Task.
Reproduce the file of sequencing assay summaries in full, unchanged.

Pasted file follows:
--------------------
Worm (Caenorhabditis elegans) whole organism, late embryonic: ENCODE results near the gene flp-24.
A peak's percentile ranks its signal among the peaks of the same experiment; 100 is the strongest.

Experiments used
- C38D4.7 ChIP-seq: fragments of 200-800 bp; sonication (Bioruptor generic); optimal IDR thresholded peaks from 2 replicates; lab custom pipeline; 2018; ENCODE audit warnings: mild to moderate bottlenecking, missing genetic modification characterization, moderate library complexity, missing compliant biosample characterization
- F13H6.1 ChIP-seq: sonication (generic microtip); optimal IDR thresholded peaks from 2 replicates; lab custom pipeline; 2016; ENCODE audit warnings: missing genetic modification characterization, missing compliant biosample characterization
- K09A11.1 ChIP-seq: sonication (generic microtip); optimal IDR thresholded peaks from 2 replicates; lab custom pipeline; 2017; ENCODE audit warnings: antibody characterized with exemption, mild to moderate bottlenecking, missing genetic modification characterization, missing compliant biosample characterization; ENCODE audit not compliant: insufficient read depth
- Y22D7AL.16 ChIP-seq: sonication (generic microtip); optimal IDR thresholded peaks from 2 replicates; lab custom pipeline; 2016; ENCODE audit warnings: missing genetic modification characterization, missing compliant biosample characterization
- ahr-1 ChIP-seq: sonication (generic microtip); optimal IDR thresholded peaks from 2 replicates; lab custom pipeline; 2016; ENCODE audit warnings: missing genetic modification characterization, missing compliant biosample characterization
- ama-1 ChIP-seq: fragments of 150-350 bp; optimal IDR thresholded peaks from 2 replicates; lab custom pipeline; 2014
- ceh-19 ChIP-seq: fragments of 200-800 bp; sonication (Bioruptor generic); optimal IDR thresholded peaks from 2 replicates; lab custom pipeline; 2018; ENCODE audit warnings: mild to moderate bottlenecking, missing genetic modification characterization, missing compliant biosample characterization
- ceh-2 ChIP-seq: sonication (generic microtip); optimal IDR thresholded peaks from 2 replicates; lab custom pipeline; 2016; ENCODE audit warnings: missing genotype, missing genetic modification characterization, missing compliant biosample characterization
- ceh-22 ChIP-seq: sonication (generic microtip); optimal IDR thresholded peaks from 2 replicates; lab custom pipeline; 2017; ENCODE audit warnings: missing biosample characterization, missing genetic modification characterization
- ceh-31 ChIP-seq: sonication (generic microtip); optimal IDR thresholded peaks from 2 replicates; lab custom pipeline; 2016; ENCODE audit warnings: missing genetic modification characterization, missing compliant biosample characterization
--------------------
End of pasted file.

Worm (Caenorhabditis elegans) whole organism, late embryonic: ENCODE results near the gene flp-24.
A peak's percentile ranks its signal among the peaks of the same experiment; 100 is the strongest.

Experiments used
- C38D4.7 ChIP-seq: fragments of 200-800 bp; sonication (Bioruptor generic); optimal IDR thresholded peaks from 2 replicates; lab custom pipeline; 2018; ENCODE audit warnings: mild to moderate bottlenecking, missing genetic modification characterization, moderate library complexity, missing compliant biosample characterization
- F13H6.1 ChIP-seq: sonication (generic microtip); optimal IDR thresholded peaks from 2 replicates; lab custom pipeline; 2016; ENCODE audit warnings: missing genetic modification characterization, missing compliant biosample characterization
- K09A11.1 ChIP-seq: sonication (generic microtip); optimal IDR thresholded peaks from 2 replicates; lab custom pipeline; 2017; ENCODE audit warnings: antibody characterized with exemption, mild to moderate bottlenecking, missing genetic modification characterization, missing compliant biosample characterization; ENCODE audit not compliant: insufficient read depth
- Y22D7AL.16 ChIP-seq: sonication (generic microtip); optimal IDR thresholded peaks from 2 replicates; lab custom pipeline; 2016; ENCODE audit warnings: missing genetic modification characterization, missing compliant biosample characterization
- ahr-1 ChIP-seq: sonication (generic microtip); optimal IDR thresholded peaks from 2 replicates; lab custom pipeline; 2016; ENCODE audit warnings: missing genetic modification characterization, missing compliant biosample characterization
- ama-1 ChIP-seq: fragments of 150-350 bp; optimal IDR thresholded peaks from 2 replicates; lab custom pipeline; 2014
- ceh-19 ChIP-seq: fragments of 200-800 bp; sonication (Bioruptor generic); optimal IDR thresholded peaks from 2 replicates; lab custom pipeline; 2018; ENCODE audit warnings: mild to moderate bottlenecking, missing genetic modification characterization, missing compliant biosample characterization
- ceh-2 ChIP-seq: sonication (generic microtip); optimal IDR thresholded peaks from 2 replicates; lab custom pipeline; 2016; ENCODE audit warnings: missing genotype, missing genetic modification characterization, missing compliant biosample characterization
- ceh-22 ChIP-seq: sonication (generic microtip); optimal IDR thresholded peaks from 2 replicates; lab custom pipeline; 2017; ENCODE audit warnings: missing biosample characterization, missing genetic modification characterization
- ceh-31 ChIP-seq: sonication (generic microtip); optimal IDR thresholded peaks from 2 replicates; lab custom pipeline; 2016; ENCODE audit warnings: missing genetic modification characterization, missing compliant biosample characterization